Appropriately located in the most southern and bottomland section of The Arboretum is The Mississippi Embayment (aka Jackson Purchase).  It is one of the smaller regions on The Walk Across Kentucky, but equally as engaging and floristically rich.  Here, you might find some species that do not occur anywhere else in the state.   To name a few, parsley hawthorn, water tupelo, Nuttall oak, water locust, Water elm, and water hickory.  As these names imply, water and wet soils are an absolute must.

As it so happens, we had water (specifically stormwater) in spades here.  The amount of runoff was so extensive that in 2006 The Mississippi Embayment was awarded a grant to build a constructed wetland.  This area, the Mississippi Embayment Wetland exhibit, is now a visitor favorite that includes the long boardwalk, island, and ephemeral pool.  Not only did the project correct flooding problems in the adjacent neighborhood, but it provided the ideal location to cultivate the many obligate wetland species in a functionally aesthetic way.  This exhibit has year round interest as has become an important habitat for ducks, hawks, turtles, and more.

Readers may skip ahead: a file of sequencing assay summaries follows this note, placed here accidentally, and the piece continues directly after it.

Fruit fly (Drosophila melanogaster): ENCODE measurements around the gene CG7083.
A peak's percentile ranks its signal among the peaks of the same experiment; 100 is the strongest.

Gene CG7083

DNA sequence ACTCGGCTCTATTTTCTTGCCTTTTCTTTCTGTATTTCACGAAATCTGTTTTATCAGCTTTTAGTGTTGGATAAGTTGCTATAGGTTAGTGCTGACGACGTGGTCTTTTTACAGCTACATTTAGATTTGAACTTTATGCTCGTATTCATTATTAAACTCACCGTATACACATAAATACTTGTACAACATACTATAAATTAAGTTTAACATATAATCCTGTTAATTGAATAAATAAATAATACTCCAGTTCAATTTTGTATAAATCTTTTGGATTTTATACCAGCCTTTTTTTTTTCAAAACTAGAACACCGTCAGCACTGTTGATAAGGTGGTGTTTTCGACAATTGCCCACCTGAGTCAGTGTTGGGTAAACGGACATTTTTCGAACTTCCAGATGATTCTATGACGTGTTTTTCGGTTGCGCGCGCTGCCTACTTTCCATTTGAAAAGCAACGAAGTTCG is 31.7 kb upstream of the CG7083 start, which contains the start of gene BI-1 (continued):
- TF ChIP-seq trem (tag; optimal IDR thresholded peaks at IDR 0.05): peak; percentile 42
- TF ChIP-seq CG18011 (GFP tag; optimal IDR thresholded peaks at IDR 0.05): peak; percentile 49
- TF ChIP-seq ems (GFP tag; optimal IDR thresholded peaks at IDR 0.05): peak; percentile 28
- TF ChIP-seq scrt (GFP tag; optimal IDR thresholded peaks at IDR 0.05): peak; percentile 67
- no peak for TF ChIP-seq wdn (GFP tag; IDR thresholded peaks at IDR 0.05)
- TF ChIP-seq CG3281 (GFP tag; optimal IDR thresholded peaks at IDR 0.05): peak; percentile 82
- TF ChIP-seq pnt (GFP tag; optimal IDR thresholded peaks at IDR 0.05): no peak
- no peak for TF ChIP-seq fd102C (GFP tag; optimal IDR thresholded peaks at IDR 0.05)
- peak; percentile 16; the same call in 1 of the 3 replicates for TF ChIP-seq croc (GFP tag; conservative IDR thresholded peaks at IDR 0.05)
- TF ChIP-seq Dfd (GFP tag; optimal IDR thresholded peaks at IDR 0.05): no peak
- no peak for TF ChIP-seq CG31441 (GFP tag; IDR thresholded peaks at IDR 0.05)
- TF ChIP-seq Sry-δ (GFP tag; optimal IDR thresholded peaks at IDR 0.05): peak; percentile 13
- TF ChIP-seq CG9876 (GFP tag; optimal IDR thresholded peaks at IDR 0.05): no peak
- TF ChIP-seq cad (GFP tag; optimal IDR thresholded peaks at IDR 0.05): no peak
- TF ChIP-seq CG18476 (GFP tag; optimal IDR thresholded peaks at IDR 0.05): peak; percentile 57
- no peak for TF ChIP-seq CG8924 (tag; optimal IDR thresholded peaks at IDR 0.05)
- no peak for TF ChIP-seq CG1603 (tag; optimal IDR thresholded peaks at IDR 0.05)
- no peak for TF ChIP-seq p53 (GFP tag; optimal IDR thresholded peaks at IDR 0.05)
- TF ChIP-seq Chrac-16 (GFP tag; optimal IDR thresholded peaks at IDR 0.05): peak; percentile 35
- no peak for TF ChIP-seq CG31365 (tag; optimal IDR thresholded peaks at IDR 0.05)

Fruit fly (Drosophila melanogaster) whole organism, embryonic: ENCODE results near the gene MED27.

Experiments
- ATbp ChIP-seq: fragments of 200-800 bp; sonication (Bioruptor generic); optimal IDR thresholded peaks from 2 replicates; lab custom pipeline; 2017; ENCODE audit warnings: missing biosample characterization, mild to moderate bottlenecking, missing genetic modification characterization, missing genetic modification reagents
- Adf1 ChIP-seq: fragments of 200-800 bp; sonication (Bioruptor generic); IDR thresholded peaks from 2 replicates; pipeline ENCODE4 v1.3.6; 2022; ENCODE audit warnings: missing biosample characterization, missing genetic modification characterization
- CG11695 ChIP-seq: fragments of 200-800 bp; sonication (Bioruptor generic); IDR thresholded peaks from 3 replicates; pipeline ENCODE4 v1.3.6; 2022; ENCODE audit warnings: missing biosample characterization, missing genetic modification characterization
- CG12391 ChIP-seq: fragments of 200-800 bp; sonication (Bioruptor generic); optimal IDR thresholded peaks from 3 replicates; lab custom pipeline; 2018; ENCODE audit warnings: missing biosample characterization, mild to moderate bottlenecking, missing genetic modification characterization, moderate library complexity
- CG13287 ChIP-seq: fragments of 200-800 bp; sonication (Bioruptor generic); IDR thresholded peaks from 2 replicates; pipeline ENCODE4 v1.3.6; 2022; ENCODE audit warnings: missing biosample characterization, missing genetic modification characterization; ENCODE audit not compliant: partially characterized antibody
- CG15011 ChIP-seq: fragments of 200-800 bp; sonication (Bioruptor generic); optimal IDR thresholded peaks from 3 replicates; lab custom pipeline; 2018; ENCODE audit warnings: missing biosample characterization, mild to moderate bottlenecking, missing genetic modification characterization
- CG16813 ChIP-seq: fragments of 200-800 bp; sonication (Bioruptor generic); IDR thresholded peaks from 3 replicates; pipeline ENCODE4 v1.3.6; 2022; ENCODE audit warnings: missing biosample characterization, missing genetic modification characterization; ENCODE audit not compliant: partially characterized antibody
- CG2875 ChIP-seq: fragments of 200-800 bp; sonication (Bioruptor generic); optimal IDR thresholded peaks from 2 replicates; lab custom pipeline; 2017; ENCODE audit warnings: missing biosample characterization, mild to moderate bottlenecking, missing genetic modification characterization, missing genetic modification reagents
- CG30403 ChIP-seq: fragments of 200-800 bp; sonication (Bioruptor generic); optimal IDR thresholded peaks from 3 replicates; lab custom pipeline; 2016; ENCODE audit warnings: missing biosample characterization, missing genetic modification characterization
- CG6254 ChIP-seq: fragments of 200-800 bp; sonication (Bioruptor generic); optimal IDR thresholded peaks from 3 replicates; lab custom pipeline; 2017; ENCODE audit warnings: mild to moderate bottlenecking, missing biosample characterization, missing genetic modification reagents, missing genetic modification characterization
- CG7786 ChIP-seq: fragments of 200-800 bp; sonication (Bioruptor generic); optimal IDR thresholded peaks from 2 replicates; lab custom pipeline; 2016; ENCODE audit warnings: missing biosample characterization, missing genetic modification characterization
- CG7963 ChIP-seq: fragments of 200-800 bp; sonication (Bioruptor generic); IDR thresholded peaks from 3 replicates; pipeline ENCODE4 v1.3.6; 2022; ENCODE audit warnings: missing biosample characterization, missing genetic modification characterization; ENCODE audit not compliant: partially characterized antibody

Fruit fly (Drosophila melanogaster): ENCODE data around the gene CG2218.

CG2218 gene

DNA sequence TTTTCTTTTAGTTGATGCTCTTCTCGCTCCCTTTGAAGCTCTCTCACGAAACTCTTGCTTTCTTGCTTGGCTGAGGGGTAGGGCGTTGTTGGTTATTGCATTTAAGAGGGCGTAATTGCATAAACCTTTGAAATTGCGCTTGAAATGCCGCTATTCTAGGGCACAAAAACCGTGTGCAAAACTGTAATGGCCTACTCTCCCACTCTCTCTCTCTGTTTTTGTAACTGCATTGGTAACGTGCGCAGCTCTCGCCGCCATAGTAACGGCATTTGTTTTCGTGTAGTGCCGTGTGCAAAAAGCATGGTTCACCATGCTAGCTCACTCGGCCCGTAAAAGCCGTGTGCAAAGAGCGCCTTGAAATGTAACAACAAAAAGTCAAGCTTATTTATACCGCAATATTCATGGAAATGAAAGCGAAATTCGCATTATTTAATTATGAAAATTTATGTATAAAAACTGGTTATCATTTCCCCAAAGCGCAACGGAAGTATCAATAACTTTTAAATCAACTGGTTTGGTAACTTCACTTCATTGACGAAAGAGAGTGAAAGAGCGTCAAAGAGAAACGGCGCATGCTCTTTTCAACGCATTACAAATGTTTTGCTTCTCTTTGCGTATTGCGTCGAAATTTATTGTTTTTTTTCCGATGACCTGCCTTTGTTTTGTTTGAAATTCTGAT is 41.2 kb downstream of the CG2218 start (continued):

From ‘The Big Picture: Ecological Regions of Kentucky’ by Dr. Julian Campbell:

 “This flattest region of Kentucky is part of the northern extension of the Gulf Coastal Plain that extends from Florida to Texas.  It lies on gravels, sands, silts, and clays deposited by the Mississippi River and its major tributaries during the ‘relatively’ – for Kentucky – recent eras: Cretaceous (65-135 million years old), Tertiary (2-65 million), and Quaternary (less than 2 million including ice ages). 

The region is mostly made up of high terraces (plains) and gently rolling hills.  It also contains extensive bottomlands along the central Mississippi River.  More hilly uplands occur on acid Cretaceous gravels to the east, including much of Land-Between-the-Lakes, and on the more fertile ‘loess bluffs’ to the west.  Loess is dust that was blown from dry river valleys during ice ages, and in this part of Kentucky its deposits are up to 80 feet thick.  It forms a narrow band of hills that extends along much of the Mississippi River from Kentucky to the Gulf.

There is a surprising variety of native forested and open habitats.  The extensive swamps and other wetlands include many southern species near their northern limits, including much bald cypress and water tupelo on the wettest ground.”